Video: Check out the uBot-5 robot

Robot balances on two wheels, has two arms and may be used for elder care

A robot being developed by two graduate students at the University of Massachusetts in Amherst has mastered balancing on two wheels, has a display screen as a head and may someday take care of elderly people in their homes.

The uBot-5 robot, which is being developed by Bryan Thibodeau and Patrick Deegan, uses Microsoft's Robotics Studio software and an Intel Celeron processor.

The robot is designed to fit into a home environment and may one day act as a companion or aide to handicapped or elderly people, the developers said. The display screen on the robot's shoulders may even enable doctors or family members to see what it sees so they can remotely check on a patient that's alone in her home.

"If you're going to go into an environment that's set up for a person, you need it to be shaped like a person," said Thibodeau. "It needs to fit into their environment. We want the technology to go in the direction of being an in-house robot."

The uBot-5, so-named because it's the fifth generation of the machine, was first built to test robotic mobility and manipulation, according to Thibodeau. The robot is able to regulate its center of balance, which enables it to stay upright despite swinging its arms and moving quickly across a floor or incline.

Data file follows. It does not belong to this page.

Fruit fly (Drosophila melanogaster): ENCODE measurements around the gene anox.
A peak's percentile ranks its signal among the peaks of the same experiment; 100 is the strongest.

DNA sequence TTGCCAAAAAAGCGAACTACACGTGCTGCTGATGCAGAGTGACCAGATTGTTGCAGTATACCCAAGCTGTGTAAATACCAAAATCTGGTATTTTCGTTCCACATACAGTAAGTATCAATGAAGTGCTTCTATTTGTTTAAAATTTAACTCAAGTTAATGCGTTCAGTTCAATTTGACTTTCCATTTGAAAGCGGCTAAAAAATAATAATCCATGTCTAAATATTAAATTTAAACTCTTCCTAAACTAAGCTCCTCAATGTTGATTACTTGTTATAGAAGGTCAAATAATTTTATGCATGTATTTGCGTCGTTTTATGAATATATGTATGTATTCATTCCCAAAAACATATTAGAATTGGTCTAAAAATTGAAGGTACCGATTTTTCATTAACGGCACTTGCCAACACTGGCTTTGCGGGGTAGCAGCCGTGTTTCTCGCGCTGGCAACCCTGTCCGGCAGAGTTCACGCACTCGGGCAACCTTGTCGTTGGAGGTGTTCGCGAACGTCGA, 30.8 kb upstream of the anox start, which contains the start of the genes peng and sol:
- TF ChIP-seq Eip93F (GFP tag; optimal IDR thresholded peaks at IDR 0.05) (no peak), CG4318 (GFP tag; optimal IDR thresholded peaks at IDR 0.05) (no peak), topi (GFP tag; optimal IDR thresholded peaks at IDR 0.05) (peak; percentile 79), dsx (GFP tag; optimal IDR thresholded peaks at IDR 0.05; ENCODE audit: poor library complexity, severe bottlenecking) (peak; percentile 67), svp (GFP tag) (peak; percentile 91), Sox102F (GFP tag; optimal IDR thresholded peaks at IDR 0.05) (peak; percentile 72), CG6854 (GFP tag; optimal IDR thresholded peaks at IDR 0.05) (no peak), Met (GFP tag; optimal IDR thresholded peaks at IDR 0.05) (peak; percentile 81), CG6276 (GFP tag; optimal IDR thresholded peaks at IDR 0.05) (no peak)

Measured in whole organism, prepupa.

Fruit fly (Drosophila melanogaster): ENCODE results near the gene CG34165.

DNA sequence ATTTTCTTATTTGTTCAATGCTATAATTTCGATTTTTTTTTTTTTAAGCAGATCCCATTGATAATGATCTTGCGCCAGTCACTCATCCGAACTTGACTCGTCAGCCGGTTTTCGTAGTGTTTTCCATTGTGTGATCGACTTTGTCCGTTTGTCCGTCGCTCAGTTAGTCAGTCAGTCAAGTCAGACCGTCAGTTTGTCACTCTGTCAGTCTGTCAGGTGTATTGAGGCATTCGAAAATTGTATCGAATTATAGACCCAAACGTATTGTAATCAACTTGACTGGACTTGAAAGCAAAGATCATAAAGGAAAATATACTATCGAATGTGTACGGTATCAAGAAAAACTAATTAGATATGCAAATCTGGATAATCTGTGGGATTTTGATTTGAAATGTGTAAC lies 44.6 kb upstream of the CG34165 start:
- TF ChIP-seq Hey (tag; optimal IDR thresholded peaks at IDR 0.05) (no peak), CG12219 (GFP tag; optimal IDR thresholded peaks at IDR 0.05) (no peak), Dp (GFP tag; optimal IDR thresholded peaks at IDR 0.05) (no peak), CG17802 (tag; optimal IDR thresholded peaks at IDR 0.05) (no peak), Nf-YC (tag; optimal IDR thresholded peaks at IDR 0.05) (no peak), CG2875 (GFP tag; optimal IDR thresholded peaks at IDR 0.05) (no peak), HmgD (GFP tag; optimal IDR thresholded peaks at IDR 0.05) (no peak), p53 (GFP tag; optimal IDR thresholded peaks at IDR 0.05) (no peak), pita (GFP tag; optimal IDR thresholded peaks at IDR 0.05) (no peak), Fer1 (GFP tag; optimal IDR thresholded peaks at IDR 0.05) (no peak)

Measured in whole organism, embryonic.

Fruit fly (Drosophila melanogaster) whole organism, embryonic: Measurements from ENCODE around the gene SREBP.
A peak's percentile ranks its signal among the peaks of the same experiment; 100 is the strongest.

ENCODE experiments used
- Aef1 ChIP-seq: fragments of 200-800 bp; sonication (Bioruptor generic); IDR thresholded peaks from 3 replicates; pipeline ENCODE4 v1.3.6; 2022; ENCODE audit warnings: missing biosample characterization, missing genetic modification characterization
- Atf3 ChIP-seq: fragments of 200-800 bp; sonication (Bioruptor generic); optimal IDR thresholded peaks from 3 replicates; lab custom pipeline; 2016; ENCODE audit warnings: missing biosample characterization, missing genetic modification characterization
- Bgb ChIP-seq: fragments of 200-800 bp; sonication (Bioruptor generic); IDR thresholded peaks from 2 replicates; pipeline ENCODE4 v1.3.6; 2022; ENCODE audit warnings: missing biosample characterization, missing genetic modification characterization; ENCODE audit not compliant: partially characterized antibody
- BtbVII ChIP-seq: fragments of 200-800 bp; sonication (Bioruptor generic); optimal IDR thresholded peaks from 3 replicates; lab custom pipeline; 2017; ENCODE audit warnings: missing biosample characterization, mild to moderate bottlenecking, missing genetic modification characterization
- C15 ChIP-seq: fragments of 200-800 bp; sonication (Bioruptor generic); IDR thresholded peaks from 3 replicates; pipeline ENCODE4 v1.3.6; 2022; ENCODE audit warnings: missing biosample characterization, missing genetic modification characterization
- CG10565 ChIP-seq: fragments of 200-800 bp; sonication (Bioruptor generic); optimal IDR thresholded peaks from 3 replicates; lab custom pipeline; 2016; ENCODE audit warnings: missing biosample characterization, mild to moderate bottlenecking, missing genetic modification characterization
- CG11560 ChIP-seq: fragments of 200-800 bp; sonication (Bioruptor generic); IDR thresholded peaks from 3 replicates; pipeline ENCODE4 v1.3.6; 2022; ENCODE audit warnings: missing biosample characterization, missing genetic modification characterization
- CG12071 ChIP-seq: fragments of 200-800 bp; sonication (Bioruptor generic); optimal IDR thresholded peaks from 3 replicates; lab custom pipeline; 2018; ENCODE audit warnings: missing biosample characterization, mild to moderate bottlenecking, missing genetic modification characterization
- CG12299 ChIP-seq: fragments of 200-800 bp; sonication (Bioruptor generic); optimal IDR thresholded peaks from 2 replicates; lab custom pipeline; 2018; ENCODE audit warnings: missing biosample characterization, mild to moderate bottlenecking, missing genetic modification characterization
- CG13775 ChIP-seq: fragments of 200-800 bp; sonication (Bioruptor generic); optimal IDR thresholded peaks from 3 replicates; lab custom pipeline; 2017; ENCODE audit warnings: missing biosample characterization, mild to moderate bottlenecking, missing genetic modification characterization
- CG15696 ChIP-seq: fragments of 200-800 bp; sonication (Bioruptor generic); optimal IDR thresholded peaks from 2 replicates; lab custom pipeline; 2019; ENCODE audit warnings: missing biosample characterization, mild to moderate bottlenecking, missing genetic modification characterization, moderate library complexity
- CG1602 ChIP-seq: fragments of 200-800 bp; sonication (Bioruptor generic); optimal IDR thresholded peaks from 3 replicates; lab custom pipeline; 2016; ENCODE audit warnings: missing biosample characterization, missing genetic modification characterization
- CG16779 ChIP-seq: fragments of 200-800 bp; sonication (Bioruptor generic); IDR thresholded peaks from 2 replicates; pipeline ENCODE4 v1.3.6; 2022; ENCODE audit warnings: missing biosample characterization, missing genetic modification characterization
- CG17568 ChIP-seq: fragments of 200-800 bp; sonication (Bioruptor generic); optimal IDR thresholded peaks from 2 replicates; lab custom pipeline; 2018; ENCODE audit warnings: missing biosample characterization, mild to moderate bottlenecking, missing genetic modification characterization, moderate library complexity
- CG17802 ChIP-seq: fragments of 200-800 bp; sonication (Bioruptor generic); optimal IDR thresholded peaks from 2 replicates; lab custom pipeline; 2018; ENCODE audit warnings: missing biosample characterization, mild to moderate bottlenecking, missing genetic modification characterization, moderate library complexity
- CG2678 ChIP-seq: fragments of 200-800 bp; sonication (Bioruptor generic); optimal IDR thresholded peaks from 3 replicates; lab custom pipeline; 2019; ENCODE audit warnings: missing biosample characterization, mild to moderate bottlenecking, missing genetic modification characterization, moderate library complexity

When a robot has arms, explained Deegan, it's easier to fall over because the arm movements alter its center of mass. This robot, though, is aware of its rate of tilt and can even push itself upright from a prone position on the floor.

In a demonstration at the Microsoft Robotics Group headquarters in Seattle, Deegan used Xbox controls to maneuver the robot around the office. He noted, however, that uBot-5 can also be controlled from a laptop or the touch screen that sits where a head would be.

The touch screen has more than one function, though. The two students said since they are hoping the robot could be used for elder care someday, they designed it so the touch screen could act as a sort of portal.

For example, a woman who couldn't reach her mother by phone could access the robot through her computer, tell it to go find her mother and actually see what the robot sees. Once the mother was located, the daughter's face would appear on the screen, making it more natural for the two women to talk using the robot as the conduit.

"It seems that part of the feat of robotics will be letting them experience with their own bodies and capabilities," said Deegan. "You couldn't possibly program everything it's going to experience. It has to learn from its own experiences. It has to see that it can fall and get itself back up."

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